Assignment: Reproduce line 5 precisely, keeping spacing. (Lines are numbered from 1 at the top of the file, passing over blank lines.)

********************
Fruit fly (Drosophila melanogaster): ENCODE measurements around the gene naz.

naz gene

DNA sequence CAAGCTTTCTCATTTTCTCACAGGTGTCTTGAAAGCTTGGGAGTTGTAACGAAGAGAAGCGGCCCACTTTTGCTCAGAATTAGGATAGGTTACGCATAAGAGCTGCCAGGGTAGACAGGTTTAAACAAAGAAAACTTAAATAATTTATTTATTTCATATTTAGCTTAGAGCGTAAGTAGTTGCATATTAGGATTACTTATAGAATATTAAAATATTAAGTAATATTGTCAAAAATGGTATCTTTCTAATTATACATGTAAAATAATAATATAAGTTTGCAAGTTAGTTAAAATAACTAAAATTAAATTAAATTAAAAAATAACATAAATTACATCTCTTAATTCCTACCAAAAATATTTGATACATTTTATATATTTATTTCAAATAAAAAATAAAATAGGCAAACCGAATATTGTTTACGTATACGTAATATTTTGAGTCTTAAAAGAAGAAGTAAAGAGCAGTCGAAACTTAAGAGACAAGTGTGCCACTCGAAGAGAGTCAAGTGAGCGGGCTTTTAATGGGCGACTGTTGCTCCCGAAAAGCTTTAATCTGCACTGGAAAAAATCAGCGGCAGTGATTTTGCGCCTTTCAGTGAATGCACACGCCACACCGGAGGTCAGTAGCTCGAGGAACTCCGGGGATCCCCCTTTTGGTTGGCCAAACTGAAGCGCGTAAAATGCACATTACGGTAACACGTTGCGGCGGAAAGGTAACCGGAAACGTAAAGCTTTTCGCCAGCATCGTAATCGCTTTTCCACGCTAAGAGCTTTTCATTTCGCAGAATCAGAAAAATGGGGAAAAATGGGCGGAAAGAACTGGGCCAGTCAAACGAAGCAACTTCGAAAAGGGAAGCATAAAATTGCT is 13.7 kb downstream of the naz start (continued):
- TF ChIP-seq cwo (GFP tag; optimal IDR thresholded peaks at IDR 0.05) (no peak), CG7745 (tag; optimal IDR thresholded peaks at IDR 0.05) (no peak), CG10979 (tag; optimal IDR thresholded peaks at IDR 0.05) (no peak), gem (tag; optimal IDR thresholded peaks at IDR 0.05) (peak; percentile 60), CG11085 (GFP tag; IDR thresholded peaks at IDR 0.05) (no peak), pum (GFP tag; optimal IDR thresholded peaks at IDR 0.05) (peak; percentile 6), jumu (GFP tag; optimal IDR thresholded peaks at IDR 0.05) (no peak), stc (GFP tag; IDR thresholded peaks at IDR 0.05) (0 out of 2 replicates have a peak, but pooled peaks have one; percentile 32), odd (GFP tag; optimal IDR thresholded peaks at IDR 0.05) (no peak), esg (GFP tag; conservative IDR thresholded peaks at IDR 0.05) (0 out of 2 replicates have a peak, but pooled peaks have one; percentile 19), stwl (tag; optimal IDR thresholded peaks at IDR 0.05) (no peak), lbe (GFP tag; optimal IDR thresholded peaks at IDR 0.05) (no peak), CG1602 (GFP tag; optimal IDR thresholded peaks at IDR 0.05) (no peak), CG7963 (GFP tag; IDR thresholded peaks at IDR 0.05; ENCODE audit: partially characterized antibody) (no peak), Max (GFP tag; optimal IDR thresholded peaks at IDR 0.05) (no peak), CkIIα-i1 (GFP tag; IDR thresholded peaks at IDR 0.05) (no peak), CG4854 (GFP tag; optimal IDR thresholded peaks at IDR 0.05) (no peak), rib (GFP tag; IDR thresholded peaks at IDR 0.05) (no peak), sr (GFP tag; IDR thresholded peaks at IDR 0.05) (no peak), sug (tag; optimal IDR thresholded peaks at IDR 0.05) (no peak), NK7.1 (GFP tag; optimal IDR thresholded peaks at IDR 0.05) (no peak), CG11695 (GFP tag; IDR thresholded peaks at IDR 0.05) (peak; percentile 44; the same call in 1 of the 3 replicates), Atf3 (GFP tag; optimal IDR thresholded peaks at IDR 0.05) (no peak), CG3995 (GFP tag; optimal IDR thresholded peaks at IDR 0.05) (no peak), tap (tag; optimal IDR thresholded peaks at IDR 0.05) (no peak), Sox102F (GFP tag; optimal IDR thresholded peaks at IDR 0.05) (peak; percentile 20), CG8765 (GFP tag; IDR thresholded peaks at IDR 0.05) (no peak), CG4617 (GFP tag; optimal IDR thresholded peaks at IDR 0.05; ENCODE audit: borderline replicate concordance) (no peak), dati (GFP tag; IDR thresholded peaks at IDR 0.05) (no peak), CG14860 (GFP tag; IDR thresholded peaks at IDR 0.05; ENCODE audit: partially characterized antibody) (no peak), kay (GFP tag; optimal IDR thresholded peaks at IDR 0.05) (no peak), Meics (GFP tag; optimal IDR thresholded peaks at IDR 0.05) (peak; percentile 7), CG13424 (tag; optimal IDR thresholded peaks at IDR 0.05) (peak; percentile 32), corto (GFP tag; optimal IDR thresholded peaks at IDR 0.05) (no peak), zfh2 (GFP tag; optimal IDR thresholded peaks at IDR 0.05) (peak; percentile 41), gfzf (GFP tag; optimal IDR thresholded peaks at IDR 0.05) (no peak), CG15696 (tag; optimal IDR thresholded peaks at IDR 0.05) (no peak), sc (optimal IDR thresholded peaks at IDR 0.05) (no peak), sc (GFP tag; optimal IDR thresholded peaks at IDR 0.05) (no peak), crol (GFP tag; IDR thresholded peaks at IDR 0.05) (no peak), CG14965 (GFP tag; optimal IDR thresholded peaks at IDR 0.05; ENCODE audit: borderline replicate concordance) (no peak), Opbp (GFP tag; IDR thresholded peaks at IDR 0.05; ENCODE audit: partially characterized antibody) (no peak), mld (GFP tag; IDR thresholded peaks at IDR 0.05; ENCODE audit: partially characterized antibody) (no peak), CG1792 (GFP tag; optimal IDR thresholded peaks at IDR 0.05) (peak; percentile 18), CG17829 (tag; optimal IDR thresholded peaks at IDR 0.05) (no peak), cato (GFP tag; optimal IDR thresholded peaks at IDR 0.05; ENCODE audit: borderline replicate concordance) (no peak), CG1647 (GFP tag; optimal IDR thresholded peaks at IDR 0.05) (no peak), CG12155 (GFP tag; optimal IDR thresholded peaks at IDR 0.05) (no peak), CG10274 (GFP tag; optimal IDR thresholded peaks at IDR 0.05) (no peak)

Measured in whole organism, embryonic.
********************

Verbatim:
Measured in whole organism, embryonic.